Within 20 seconds of submitting the spot to the SOTA network I had a CW pileup.
In all of my hundreds of field activations, I can’t think of a single time that I generated a CW pileup on 20 meters in such short order with five watts and a vertical.
The first station I logged was N1AIA in Maine. The second station was F4WBN in France. The race was on!
It took every bit of CW skill I had to pull apart the stations on 20 meters. It was so much fun!
I eventually worked Spain and all of the west coast states (WA, OR, and CA) and numerous stations throughout the Rockies and Midwest.
I then moved to 40 meters where I worked stations in the Mid-Atlantic, Ohio Valley, and in the Southeast.
In the end, I had to keep my total time on the air short because I wanted to take my time finding a path from the summit back down to the Blue Ridge Parkway.
In 30 minutes I worked 30 stations. I’m not a seasoned CW operator, so this was quite the accomplishment.
Here’s a QSOmap of my contacts:
I was chuffed! What a fabulous activation to kick off my SOTA adventures.
This time, I did not make a video of the actual activation. For one thing, I didn’t want to carry a folding tripod for the camera and I didn’t want to ask my daughter to film it either. I wanted to keep things as simple as possible to make the most of the airtime I had.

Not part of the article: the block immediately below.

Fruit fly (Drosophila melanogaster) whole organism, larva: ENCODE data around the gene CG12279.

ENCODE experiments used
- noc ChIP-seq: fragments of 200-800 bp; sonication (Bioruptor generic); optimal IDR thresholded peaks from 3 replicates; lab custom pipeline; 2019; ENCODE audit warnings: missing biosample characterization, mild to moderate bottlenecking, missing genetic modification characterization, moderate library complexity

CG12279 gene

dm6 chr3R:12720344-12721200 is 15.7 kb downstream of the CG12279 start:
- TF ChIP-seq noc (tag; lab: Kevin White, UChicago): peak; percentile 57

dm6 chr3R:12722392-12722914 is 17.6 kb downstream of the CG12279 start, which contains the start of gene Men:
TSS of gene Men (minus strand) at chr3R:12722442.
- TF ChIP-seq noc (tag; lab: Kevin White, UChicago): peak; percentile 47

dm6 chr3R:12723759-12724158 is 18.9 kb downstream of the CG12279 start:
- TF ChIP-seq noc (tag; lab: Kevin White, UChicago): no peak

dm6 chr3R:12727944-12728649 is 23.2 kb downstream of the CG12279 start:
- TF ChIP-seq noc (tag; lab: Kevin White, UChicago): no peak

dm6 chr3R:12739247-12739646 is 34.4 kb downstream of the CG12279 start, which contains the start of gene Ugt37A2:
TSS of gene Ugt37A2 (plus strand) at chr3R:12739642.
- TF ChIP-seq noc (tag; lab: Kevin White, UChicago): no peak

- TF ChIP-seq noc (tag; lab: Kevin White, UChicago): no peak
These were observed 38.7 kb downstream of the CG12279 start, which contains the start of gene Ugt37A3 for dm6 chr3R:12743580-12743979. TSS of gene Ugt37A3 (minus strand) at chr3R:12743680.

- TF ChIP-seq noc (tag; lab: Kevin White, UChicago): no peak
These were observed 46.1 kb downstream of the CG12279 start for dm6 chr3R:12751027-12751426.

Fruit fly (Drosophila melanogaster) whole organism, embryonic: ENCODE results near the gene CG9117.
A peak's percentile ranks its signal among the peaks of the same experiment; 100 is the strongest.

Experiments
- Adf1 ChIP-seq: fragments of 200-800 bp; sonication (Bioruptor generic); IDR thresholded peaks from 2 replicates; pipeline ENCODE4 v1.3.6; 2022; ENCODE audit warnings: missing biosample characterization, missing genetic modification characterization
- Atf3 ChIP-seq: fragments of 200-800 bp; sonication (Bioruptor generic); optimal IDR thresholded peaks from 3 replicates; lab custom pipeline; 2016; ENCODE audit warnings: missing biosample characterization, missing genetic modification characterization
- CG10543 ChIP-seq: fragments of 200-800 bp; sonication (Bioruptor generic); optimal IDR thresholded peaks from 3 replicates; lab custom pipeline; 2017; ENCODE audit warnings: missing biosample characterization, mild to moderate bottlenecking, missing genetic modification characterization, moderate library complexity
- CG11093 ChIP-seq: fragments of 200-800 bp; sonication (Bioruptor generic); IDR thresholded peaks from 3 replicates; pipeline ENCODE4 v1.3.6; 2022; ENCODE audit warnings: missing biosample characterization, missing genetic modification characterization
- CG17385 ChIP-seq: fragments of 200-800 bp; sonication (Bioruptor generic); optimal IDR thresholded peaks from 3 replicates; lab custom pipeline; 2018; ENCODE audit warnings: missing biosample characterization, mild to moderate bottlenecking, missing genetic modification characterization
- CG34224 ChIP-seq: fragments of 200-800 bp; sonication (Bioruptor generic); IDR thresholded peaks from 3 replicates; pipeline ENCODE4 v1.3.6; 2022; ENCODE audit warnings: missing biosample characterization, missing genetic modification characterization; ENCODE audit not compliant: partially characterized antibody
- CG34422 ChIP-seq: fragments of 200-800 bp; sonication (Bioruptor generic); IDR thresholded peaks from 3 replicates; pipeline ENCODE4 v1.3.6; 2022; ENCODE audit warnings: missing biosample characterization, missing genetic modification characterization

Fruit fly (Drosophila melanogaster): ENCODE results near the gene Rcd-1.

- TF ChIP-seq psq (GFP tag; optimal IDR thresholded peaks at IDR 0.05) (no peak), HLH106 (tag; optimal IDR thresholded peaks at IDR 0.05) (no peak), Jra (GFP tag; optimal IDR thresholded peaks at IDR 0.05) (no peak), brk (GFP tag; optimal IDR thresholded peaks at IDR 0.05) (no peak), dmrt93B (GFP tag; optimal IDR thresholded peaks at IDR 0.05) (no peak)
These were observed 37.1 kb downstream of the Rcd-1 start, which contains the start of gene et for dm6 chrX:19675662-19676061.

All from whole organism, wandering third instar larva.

I really wish we could have stayed on the summit for an hour longer making contacts, but I knew it would be wise to allow extra time to descend Lane Pinnacle especially since I knew a front was moving through later that day.
I decided it would be easier to do my own bushwhacking back down the mountain rather than try to retrace our previous steps. We took our time and I followed elevation lines to make it slightly less steep. Since I took a more south westerly descent, when we reached the parkway, we had to hike north to reach the original trailhead.
The rest of the hike was totally uneventful and incredibly fun. The weather held and we took in the views, the wildlife, and invaluable father/daughter time.
That was the first strenuous hike I had done in months due to my ankle, so let’s just say I was feeling “spent” after our 6.5 hour adventure taking in 2,000 feet (610 meters) of elevation to the summit.
I knew it was bad when I even dreaded walking upstairs to take a shower. I think I remember telling my wife, “I’m never building a house with stairs again!”
Now that I’ve got Lane Pinnacle in the books, I’m ready to start hitting the summits! I’ve got a lot of pent up SOTA energy!
My goal is to activate a total of ten this year. That may sound like a modest number, but since at this point I’m less interested in “drive-up” summits, it’s more difficult to fit SOTA summits into my schedule than, say, typical POTA/WWFF parks.
In fact, I’ve already plotted my next SOTA activation and hope to do it within the next couple of weeks. It’s also a meaningful (to me) summit.
How about you?
Are you a SOTA activator or are you planning your first SOTA activation soon? Please comment!